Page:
This short paper by Brian Hensley and Marie Louise Gammelgård-Larsen at Kaya Advisory, a specialist climate policy consultancy, has been commissioned by the Inevitable Policy Response (IPR). It assesses the state of global carbon pricing, evolving policies around the EU Carbon Border Adjustment Mechanism (CBAM) and concepts such as Climate Clubs. The views in this report do not necessarily reflect the views of IPR.

Global carbon pricing has a record of mixed success. This is not surprising given the complexity and existence of competing interests. But carbon pricing is important for the transition: if set at a high enough price, it induces behavioural change, thus forcing heavy emitters to either pay the price or develop less harmful ways to conduct business. Carbon markets, such as a ‘cap and trade’ systems, have proliferated in recent years. As we highlight below, this has not coincided with prices reaching levels sufficient to induce effective change. All the while, emissions are still rising.

Importantly, carbon pricing is about more than trading a tonne of emissions in formalised markets. Historically, environmental regulation and policies delivered the side benefit of lowering the pace of harmful greenhouse gas emissions. The growing recognition that this side benefit must become the primary aim has led to more concerted efforts by public and private actors to lower emissions. These efforts take many forms such as industrial policy measures (e.g. targeted use of subsidies), regulation (e.g. renewables as a % of primary energy) or outright taxes on emissions. A fourth avenue lies in market-based measures such as ‘cap and trade’ systems. All of these measures infer a form of carbon pricing. Industrial policy and regulation can be seen as imposing an implicit price on CO2 while taxes and trading entail explicit pricing.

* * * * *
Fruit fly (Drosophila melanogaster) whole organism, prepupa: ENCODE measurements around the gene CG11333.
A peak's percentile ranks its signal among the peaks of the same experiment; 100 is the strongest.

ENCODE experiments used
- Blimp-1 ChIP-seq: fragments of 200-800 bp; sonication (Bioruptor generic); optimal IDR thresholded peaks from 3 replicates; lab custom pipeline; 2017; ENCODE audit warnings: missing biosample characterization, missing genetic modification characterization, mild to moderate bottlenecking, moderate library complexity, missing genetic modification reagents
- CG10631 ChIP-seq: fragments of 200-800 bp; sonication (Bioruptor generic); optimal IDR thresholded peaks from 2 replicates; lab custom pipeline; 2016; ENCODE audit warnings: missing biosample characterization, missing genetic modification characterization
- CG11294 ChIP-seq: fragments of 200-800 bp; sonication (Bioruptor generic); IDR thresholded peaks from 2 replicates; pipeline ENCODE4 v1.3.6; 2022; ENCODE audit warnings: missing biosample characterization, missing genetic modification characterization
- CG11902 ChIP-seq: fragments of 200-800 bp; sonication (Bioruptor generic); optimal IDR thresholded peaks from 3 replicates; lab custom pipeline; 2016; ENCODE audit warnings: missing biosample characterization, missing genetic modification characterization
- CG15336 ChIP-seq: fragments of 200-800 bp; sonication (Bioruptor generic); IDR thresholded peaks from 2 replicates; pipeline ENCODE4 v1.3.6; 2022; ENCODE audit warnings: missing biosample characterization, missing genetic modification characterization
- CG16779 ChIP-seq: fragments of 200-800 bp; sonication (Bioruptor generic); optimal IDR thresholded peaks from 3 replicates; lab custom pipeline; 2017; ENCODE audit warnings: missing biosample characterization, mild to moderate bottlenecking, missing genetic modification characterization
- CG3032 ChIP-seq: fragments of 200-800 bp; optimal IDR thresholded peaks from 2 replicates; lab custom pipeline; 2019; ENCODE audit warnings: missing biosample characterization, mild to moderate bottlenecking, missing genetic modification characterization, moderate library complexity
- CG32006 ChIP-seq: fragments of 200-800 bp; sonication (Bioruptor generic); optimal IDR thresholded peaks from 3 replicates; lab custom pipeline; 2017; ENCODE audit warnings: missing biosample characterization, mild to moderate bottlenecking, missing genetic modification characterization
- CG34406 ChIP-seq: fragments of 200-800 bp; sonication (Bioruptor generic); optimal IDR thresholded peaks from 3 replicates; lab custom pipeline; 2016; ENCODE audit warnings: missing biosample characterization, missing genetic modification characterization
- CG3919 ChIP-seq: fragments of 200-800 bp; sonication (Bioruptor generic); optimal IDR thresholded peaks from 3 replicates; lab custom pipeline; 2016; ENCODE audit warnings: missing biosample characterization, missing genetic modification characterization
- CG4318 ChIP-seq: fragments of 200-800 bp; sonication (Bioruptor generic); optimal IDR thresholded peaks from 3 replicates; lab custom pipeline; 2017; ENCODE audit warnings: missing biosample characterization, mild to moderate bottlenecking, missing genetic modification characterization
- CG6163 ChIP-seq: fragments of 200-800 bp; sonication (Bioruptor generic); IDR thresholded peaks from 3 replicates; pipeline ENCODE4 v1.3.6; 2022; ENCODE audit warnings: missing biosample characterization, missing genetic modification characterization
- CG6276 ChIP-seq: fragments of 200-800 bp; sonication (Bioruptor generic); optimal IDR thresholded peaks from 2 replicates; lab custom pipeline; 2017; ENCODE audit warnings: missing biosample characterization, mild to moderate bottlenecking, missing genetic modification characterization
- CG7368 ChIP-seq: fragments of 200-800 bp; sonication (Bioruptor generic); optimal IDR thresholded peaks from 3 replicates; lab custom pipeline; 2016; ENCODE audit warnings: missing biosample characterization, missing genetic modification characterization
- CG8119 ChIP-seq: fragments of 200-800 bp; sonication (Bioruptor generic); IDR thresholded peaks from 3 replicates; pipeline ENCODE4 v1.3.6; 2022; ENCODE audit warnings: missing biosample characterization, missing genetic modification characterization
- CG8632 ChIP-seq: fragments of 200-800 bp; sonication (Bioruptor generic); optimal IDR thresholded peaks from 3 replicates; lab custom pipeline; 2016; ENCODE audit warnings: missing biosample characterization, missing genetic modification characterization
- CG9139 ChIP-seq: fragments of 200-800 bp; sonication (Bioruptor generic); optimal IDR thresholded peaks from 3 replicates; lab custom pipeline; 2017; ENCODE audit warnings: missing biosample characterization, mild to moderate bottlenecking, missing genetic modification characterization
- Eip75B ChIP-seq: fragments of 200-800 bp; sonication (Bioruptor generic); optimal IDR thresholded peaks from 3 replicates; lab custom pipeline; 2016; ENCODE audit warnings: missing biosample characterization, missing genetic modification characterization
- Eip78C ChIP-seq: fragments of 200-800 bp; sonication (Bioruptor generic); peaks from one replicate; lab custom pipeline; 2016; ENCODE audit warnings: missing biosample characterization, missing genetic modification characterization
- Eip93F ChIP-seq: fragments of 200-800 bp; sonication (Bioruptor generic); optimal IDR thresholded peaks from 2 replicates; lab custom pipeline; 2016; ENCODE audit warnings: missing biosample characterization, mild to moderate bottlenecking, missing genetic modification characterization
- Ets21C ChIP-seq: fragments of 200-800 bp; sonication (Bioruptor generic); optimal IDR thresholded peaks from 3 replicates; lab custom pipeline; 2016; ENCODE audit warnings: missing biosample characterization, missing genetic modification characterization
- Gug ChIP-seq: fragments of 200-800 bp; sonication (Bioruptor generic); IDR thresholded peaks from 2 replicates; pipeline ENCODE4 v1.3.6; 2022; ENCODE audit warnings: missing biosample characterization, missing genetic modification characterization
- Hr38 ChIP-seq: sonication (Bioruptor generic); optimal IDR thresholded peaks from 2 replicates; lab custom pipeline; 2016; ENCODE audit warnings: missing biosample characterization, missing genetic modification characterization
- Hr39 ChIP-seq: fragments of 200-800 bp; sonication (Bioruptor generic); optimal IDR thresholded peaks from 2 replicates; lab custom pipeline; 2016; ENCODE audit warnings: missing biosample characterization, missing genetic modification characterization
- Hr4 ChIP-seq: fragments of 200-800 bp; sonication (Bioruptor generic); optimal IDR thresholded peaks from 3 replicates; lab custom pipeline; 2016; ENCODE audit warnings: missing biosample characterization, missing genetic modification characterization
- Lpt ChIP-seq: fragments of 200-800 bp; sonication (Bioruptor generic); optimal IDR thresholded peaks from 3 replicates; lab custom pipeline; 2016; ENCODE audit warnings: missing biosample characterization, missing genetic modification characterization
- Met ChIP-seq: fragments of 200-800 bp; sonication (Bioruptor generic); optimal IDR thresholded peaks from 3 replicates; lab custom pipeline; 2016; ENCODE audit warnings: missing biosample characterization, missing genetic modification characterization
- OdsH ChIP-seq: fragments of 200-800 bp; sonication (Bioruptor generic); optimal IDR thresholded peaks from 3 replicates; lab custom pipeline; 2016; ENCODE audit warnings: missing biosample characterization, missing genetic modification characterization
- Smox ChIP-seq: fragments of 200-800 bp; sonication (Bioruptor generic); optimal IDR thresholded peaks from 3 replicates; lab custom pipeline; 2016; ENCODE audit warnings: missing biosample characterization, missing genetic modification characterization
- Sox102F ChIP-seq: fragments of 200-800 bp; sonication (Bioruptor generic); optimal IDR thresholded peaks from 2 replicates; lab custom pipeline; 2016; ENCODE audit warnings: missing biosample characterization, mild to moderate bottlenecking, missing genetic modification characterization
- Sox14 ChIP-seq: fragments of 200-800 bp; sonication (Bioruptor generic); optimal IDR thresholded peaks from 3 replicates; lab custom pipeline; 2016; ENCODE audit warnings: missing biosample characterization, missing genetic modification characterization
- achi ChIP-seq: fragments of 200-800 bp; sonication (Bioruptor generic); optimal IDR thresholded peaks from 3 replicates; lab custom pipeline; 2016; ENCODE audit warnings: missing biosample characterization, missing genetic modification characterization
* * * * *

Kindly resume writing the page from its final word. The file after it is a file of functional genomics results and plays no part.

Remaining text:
How might this all develop further? In this paper we focus carefully on the world’s leading carbon market, the EU’s ETS and its accompanying solution for ‘carbon leakage’, the CBAM. The CBAM is elegant in theory and simple in construction but is plagued by challenges. So much so that we feel its full implementation as a functioning tariff and as currently proposed by the EU Commission will be very challenging. Indeed, the Commission’s own proposal hints at this. This does not mean that an ‘agreement’ and, indeed, ‘adoption’, will not occur. Nor does it mean the CBAM is not a powerful tool for decarbonisation even if it falls short of full ‘implementation’.

Enter the new variables: an energy crisis of nearly unprecedented proportions combined with a structural shake-up of global relations as a result of the Russia-Ukraine War. These elements together have ushered in a new world order. Nothing will be the same again, and that goes for carbon pricing too.

In a recent piece written for the Inevitable Policy Response entitled Ukraine War: The new geo-politics of energy and implications for climate policy, we postulate that nations will be forced to consider national security for energy and food much more carefully.

The long-term implications of this shift have serious ramifications for decarbonisation efforts. Globalisation as a phenomenon has likely seen its high-water mark, nations are picking their friends and enemies. As a result, dependence upon once-trusted national and corporate actors will no longer be taken for granted, supply chains will be restructured, and domestic industries created where little existed before. The ’silver lining’ for the climate as a result of these geostrategic shifts will likely be that renewables development accelerates given the energy independence they offer.

When it comes to supply chain realignment, the new strategy of ‘friendshoring’ will increasingly dominate. This involves nations cutting out actors on who they feel they cannot or should not depend upon. Friendshoring will create new industries in places they did not previously exist and, accordingly, will have significant micro and macroeconomic impacts.